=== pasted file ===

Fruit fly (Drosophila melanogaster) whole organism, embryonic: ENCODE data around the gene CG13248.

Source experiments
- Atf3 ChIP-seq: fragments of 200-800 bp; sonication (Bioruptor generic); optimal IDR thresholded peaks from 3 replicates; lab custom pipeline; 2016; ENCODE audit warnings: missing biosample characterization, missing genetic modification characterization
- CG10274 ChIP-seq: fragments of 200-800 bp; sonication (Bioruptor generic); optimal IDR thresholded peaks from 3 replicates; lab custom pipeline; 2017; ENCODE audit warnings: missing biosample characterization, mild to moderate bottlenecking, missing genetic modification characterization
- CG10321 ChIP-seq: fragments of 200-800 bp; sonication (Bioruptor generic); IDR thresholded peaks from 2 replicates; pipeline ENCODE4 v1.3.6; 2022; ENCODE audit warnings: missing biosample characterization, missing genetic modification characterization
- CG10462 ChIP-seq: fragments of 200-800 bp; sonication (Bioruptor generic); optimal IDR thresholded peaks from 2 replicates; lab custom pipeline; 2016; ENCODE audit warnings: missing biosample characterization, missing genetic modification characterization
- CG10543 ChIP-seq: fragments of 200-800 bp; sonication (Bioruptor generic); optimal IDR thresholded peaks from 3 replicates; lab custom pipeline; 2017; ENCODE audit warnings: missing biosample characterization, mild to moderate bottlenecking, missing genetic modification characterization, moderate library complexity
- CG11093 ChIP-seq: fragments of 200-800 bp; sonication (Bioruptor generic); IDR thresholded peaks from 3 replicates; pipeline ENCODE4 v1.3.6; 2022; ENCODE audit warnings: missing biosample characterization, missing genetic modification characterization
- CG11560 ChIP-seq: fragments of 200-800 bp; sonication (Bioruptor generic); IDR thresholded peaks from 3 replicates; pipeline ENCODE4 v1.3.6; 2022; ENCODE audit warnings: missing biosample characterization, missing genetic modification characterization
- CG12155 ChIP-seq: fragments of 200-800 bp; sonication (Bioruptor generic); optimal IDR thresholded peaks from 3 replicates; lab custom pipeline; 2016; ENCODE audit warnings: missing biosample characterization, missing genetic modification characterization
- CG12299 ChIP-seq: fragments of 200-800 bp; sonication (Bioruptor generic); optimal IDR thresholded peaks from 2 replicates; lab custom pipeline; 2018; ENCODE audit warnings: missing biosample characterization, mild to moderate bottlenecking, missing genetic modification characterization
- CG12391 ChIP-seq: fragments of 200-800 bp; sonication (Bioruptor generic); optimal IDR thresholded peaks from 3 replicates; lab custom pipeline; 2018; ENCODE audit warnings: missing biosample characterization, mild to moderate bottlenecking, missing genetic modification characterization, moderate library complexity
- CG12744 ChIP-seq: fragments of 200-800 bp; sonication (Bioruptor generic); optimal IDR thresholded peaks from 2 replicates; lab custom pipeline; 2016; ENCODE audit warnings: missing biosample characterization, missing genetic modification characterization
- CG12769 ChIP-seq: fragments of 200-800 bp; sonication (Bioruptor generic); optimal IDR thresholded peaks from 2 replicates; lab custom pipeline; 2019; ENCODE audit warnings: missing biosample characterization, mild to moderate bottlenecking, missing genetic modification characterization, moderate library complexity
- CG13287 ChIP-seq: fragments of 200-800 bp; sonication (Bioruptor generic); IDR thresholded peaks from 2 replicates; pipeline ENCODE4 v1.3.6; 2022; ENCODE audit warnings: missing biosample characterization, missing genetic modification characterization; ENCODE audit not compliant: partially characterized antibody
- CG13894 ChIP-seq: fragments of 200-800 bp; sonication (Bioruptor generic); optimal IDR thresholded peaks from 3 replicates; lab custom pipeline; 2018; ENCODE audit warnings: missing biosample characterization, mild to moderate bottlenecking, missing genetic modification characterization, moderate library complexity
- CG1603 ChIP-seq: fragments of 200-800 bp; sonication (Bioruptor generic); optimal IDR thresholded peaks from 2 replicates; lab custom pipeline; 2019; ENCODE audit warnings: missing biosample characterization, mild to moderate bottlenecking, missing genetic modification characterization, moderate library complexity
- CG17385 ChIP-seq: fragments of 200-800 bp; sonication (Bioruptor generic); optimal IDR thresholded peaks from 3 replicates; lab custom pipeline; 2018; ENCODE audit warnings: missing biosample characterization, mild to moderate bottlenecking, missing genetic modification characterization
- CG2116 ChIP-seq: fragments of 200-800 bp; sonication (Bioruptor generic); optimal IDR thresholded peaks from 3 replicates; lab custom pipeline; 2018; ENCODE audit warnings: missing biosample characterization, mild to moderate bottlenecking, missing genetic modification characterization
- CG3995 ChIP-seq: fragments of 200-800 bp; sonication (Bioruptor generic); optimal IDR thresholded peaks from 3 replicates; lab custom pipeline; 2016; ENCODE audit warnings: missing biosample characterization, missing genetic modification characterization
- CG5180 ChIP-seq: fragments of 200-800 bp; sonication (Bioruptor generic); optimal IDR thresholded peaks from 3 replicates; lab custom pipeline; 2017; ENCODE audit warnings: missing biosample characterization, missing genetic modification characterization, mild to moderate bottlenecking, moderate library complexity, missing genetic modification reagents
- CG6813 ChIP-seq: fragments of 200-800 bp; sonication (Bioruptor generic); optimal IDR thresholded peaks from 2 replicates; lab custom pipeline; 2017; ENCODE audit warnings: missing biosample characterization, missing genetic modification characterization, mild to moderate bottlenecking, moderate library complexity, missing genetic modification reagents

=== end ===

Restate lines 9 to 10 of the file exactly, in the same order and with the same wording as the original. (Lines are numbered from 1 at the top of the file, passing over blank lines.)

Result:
- CG11560 ChIP-seq: fragments of 200-800 bp; sonication (Bioruptor generic); IDR thresholded peaks from 3 replicates; pipeline ENCODE4 v1.3.6; 2022; ENCODE audit warnings: missing biosample characterization, missing genetic modification characterization
- CG12155 ChIP-seq: fragments of 200-800 bp; sonication (Bioruptor generic); optimal IDR thresholded peaks from 3 replicates; lab custom pipeline; 2016; ENCODE audit warnings: missing biosample characterization, missing genetic modification characterization